At last year’s Finishing the Task conference, a historical moment took place when the remainder of the unreached people groups were adopted by missions groups committed to seeing them recieve the Gospel within the next 2 years. Fast-forward to today, and the question ‘what next’ still hangs in the air?
Jon Fugler, the chief content officer of Trans World Radio (TWR) and a chairman for the Alliance for the Unreached, offers an answer. Hint: it hinges on the difference between adopted, reached, and engaged.
“We have a huge job ahead of us. When you think about the Great Commission, it goes beyond just engaging people with the Gospel. It goes beyond with reaching them with the Gospel. What we’re talking about [is] evangelism and discipleship. We’re just at the starting line, really, for many of those people groups,” Fugler explained.
This is why Alliance for the Unreached encourages the body of Christ to unite in prayer each year on Pentecost Sunday in what is known as the International Day for the Unreached. Learn more about the event here.
Reached vs. Engaged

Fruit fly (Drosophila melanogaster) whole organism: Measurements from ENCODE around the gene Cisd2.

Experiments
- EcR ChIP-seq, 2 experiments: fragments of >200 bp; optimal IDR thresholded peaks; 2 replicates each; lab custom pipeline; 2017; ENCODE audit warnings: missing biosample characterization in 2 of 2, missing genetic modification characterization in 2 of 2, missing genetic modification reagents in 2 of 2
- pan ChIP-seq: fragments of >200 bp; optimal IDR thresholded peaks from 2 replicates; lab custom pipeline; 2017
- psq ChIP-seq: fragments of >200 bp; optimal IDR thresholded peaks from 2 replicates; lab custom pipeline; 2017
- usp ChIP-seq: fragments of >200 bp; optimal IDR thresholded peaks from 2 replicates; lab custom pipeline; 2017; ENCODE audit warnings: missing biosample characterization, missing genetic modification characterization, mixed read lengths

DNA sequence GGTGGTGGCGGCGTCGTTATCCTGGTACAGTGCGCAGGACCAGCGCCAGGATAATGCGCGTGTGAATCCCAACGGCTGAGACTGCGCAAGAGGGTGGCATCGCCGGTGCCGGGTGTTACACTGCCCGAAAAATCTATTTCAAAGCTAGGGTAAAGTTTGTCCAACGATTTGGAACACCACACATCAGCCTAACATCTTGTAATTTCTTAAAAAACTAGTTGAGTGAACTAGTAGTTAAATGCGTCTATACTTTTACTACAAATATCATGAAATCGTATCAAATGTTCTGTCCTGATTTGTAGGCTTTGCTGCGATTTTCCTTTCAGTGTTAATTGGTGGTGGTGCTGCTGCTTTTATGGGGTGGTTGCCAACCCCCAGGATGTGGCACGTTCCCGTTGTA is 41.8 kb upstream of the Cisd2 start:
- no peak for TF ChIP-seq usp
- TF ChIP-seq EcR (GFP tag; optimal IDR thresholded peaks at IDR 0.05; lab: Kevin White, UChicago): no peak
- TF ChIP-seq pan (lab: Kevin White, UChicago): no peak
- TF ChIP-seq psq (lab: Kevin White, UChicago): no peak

Traditionally, a people group is considered reached when the evangelical Christian population reaches two percent. But reaching this mark does not immunize the people group from dropping below the two percent mark and becoming unreached again. What it does mean is that the Christians within the people group can begin reaching their own people for Christ.
Still, reached is not the same as engaged. Fugler notes that one of the main aspects of an engaged peopled group is whether there are full-time Christian workers within the people group. Other factors include Christian radio, access to the Jesus Film, churches, and the ratio of Christian workers to the people group’s overall population.
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SOURCE: Mission Network News, Bethann Flynn